B&D cuts outlook again

Toolmaker's shares fall nearly 10% after 3rd revision since July

December 16, 2006|By Allison Connolly | Allison Connolly,Sun reporter

Black & Decker Corp. executives acknowledged yesterday that the housing slowdown is having more impact on sales than they previously thought, and that earnings will be affected into 2007.

While officials of the Towson company have insisted that less than 20 percent of sales are tied to home building, chief executive Nolan D. Archibald said yesterday that economic conditions have caused key retailers to order fewer power tools and accessories.

"We expected an organic sales decline, but not the magnitude that we've experienced," Archibald told analysts during a conference call yesterday.

And so, for the third time since July, officials reduced the earnings outlook for the rest of the year. Wall Street responded swiftly, sending shares down nearly 10 percent, or $8.66, to $78.26 a share.

Expected earnings per share for the fourth quarter were lowered to $1.30-$1.35, from the range of $1.85-$1.90 given Oct. 26. For the year, officials said earnings would be $6.50 per diluted share, compared with earlier guidance of $7.01 to $7.05.

Analysts polled by Thomson Financial expect earnings of $1.86 per share for the fourth quarter and $7.01 for the year.

R. Bentley Offutt, principal of Offutt Securities Inc., a Cockeysville institutional research brokerage that does not own Black & Decker stock, said the forecast was much lower than he and other analysts anticipated.

"We have felt for some time that the severity of the downturn in the housing market will affect earnings for the fourth quarter and into 2007," he said. "The housing market will not snap back."

Archibald said he anticipates a 20 percent drop in organic sales in the U.S. power tools and accessories business, which includes Black & Decker's DeWalt professional brand. Organic sales refer to products owned by the company for at least a year, as opposed to those obtained through a recent acquisition.

Archibald attributed much of the decline to inventory reductions at key retailers and aggressive pricing and promotions by competitors.

At the same time, the company's costs are being squeezed by a rise in the prices of zinc, copper and other raw materials used in manufacturing, which will eat up about $95 million of the year's profit.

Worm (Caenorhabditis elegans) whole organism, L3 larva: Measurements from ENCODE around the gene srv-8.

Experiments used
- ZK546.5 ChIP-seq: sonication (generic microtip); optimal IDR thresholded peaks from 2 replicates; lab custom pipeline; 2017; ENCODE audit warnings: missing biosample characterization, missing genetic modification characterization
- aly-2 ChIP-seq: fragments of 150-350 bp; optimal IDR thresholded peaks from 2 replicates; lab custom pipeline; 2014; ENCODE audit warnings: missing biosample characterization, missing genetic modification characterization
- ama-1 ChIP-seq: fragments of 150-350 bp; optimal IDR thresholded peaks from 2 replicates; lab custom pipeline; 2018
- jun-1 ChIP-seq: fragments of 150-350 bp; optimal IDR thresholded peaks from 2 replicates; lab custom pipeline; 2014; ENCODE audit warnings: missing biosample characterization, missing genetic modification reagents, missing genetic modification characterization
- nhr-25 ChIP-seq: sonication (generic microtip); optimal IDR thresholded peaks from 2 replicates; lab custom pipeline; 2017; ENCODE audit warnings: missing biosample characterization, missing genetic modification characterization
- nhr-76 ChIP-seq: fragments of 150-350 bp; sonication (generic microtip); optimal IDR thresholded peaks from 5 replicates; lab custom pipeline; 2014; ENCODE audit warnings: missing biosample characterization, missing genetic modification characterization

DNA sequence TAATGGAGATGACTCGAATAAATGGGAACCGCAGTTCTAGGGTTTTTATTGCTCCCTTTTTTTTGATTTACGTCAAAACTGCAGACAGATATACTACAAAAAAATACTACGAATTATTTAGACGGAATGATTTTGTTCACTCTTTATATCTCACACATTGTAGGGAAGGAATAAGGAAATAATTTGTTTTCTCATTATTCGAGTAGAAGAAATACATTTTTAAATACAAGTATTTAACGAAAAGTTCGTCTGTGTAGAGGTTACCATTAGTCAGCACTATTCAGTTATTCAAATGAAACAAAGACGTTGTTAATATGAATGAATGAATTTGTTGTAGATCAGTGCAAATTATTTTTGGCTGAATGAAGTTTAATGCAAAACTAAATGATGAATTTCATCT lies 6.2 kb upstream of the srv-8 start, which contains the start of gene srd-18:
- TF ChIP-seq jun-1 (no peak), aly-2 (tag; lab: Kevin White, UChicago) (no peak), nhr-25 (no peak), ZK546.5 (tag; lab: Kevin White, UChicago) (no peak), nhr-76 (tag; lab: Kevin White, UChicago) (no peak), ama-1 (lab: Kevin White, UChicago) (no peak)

To offset the spike in manufacturing costs, the company raised prices on some products and cut costs. In October, the company dismissed the head of manufacturing at its industrial products group, which makes consumer and professional power tools, and laid off 70 salaried workers, mostly at its Towson headquarters.

Archibald said during yesterday's call that the company isn't planning any other sales promotions this quarter, believing its prices - which are typically higher than competitors - will hold. He said new products such as the DeWalt 36-volt line of cordless power tools and the Simple Start Battery Booster, which allows drivers to recharge their batteries from inside the car, "should bear fruit when demand recovers."

But he also expects the first quarter of 2007 to be challenging, compounded by a tough year-over-year comparison with a strong first quarter in 2006.

"We expect the housing market and weaker demand for discretionary goods will put pressure on our sales into 2007," Archibald said.

Despite the "dark quarter," Archibald said the company is in much better shape facing this downturn than it was a few years ago, when it was forced to embark on a major restructuring with worldwide layoffs and plant closures, including one on the Eastern Shore.

Unlike last time, Black & Decker has strong cash flow, Archibald said, and the company will be "aggressive" in repurchasing shares and pursuing acquisitions that make sense.

The board of directors has authorized the company to buy back nearly 5 million shares, which could happen as early as next week, said Chief Financial Officer Michael D. Mangan.

allison.connolly@baltsun.com

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